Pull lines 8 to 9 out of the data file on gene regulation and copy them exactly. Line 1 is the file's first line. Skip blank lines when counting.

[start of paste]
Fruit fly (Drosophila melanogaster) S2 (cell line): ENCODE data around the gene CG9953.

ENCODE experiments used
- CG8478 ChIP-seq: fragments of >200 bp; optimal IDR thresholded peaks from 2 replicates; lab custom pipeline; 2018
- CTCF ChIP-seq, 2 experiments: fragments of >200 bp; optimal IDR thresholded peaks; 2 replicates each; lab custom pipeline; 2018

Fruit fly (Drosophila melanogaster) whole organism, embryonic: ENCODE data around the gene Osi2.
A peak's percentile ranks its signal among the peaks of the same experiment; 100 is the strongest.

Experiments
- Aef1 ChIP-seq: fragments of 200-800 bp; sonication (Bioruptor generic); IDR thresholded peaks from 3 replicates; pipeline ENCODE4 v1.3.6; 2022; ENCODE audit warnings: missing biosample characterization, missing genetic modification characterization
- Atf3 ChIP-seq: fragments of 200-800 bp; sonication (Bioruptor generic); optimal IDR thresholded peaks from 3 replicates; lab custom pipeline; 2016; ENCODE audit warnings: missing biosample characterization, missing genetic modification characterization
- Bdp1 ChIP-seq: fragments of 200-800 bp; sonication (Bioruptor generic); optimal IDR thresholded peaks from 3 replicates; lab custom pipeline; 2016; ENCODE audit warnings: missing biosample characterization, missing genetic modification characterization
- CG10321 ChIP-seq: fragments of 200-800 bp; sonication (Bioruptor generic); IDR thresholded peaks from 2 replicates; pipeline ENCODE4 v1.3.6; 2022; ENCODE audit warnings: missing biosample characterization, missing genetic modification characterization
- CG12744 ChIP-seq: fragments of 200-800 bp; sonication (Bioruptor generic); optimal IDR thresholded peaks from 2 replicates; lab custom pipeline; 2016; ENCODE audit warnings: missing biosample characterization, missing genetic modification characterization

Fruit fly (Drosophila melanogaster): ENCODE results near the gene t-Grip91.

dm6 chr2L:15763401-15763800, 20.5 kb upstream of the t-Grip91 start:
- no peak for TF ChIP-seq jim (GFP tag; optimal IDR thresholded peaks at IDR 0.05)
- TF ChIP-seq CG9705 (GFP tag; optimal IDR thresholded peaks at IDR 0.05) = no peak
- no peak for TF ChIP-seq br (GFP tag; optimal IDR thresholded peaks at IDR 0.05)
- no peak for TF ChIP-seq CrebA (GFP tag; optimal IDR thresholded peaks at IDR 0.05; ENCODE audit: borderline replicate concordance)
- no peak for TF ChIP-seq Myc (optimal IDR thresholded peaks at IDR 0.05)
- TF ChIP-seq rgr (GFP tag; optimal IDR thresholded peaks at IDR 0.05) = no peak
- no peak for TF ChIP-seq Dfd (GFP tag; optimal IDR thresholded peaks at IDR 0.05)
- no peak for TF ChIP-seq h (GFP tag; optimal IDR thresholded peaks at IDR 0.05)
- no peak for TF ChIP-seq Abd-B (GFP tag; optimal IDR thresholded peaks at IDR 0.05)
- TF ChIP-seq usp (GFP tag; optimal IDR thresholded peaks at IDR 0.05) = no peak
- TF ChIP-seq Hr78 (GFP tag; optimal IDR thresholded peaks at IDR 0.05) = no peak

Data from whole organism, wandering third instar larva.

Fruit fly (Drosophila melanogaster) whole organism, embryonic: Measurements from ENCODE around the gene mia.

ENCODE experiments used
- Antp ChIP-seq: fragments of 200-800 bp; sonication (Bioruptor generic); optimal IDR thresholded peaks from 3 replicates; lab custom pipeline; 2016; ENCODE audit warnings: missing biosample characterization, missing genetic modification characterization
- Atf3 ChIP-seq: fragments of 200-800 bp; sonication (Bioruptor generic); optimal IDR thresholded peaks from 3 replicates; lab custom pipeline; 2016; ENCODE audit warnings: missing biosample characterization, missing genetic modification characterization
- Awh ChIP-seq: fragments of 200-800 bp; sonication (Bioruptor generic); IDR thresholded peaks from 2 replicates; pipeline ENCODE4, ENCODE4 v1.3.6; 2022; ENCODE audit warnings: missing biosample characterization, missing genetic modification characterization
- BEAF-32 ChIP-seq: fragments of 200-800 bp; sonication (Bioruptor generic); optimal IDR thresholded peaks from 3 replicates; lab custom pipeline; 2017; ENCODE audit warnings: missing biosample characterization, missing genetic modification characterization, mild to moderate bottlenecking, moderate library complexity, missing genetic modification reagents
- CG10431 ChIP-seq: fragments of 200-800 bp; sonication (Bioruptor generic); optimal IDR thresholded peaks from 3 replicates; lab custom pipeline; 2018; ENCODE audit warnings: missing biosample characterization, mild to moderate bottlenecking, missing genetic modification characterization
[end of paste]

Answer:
- Aef1 ChIP-seq: fragments of 200-800 bp; sonication (Bioruptor generic); IDR thresholded peaks from 3 replicates; pipeline ENCODE4 v1.3.6; 2022; ENCODE audit warnings: missing biosample characterization, missing genetic modification characterization
- Atf3 ChIP-seq: fragments of 200-800 bp; sonication (Bioruptor generic); optimal IDR thresholded peaks from 3 replicates; lab custom pipeline; 2016; ENCODE audit warnings: missing biosample characterization, missing genetic modification characterization